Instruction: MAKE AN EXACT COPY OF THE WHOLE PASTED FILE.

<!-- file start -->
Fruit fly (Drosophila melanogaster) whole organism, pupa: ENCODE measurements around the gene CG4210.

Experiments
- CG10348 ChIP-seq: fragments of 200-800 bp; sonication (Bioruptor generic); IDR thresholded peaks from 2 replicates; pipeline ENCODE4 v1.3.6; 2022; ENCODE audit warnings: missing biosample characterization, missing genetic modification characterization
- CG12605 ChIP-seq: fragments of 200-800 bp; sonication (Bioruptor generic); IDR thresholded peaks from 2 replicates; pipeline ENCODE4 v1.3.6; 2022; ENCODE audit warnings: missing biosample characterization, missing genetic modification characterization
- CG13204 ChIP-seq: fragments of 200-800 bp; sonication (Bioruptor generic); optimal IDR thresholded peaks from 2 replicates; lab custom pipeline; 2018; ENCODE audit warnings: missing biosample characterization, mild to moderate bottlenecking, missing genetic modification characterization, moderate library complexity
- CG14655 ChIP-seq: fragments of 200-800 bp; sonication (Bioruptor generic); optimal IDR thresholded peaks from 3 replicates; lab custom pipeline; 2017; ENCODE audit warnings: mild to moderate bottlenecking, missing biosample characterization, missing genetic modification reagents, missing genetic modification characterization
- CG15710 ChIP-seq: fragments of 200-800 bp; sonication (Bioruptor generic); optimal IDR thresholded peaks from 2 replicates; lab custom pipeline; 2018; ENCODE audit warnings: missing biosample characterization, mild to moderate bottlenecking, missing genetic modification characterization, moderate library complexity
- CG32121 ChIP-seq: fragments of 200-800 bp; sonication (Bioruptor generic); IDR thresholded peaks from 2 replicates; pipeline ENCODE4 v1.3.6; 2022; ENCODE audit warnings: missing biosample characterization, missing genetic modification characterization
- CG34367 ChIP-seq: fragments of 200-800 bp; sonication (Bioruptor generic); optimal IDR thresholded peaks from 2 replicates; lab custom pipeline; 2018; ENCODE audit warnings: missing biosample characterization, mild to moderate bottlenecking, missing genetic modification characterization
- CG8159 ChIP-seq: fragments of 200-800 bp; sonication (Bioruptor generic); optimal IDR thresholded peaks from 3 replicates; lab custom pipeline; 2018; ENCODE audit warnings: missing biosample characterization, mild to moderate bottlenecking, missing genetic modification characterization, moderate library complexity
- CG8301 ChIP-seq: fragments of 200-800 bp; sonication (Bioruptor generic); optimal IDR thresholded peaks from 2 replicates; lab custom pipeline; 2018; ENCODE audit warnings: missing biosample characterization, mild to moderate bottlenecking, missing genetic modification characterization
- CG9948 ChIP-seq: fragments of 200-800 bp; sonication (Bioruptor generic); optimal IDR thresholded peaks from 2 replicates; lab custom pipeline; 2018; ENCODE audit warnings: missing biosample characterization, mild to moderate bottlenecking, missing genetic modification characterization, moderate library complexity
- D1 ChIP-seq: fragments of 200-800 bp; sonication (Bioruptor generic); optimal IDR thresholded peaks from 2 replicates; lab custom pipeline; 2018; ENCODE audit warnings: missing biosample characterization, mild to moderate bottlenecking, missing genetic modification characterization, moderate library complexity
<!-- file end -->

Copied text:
Fruit fly (Drosophila melanogaster) whole organism, pupa: ENCODE measurements around the gene CG4210.

Experiments
- CG10348 ChIP-seq: fragments of 200-800 bp; sonication (Bioruptor generic); IDR thresholded peaks from 2 replicates; pipeline ENCODE4 v1.3.6; 2022; ENCODE audit warnings: missing biosample characterization, missing genetic modification characterization
- CG12605 ChIP-seq: fragments of 200-800 bp; sonication (Bioruptor generic); IDR thresholded peaks from 2 replicates; pipeline ENCODE4 v1.3.6; 2022; ENCODE audit warnings: missing biosample characterization, missing genetic modification characterization
- CG13204 ChIP-seq: fragments of 200-800 bp; sonication (Bioruptor generic); optimal IDR thresholded peaks from 2 replicates; lab custom pipeline; 2018; ENCODE audit warnings: missing biosample characterization, mild to moderate bottlenecking, missing genetic modification characterization, moderate library complexity
- CG14655 ChIP-seq: fragments of 200-800 bp; sonication (Bioruptor generic); optimal IDR thresholded peaks from 3 replicates; lab custom pipeline; 2017; ENCODE audit warnings: mild to moderate bottlenecking, missing biosample characterization, missing genetic modification reagents, missing genetic modification characterization
- CG15710 ChIP-seq: fragments of 200-800 bp; sonication (Bioruptor generic); optimal IDR thresholded peaks from 2 replicates; lab custom pipeline; 2018; ENCODE audit warnings: missing biosample characterization, mild to moderate bottlenecking, missing genetic modification characterization, moderate library complexity
- CG32121 ChIP-seq: fragments of 200-800 bp; sonication (Bioruptor generic); IDR thresholded peaks from 2 replicates; pipeline ENCODE4 v1.3.6; 2022; ENCODE audit warnings: missing biosample characterization, missing genetic modification characterization
- CG34367 ChIP-seq: fragments of 200-800 bp; sonication (Bioruptor generic); optimal IDR thresholded peaks from 2 replicates; lab custom pipeline; 2018; ENCODE audit warnings: missing biosample characterization, mild to moderate bottlenecking, missing genetic modification characterization
- CG8159 ChIP-seq: fragments of 200-800 bp; sonication (Bioruptor generic); optimal IDR thresholded peaks from 3 replicates; lab custom pipeline; 2018; ENCODE audit warnings: missing biosample characterization, mild to moderate bottlenecking, missing genetic modification characterization, moderate library complexity
- CG8301 ChIP-seq: fragments of 200-800 bp; sonication (Bioruptor generic); optimal IDR thresholded peaks from 2 replicates; lab custom pipeline; 2018; ENCODE audit warnings: missing biosample characterization, mild to moderate bottlenecking, missing genetic modification characterization
- CG9948 ChIP-seq: fragments of 200-800 bp; sonication (Bioruptor generic); optimal IDR thresholded peaks from 2 replicates; lab custom pipeline; 2018; ENCODE audit warnings: missing biosample characterization, mild to moderate bottlenecking, missing genetic modification characterization, moderate library complexity
- D1 ChIP-seq: fragments of 200-800 bp; sonication (Bioruptor generic); optimal IDR thresholded peaks from 2 replicates; lab custom pipeline; 2018; ENCODE audit warnings: missing biosample characterization, mild to moderate bottlenecking, missing genetic modification characterization, moderate library complexity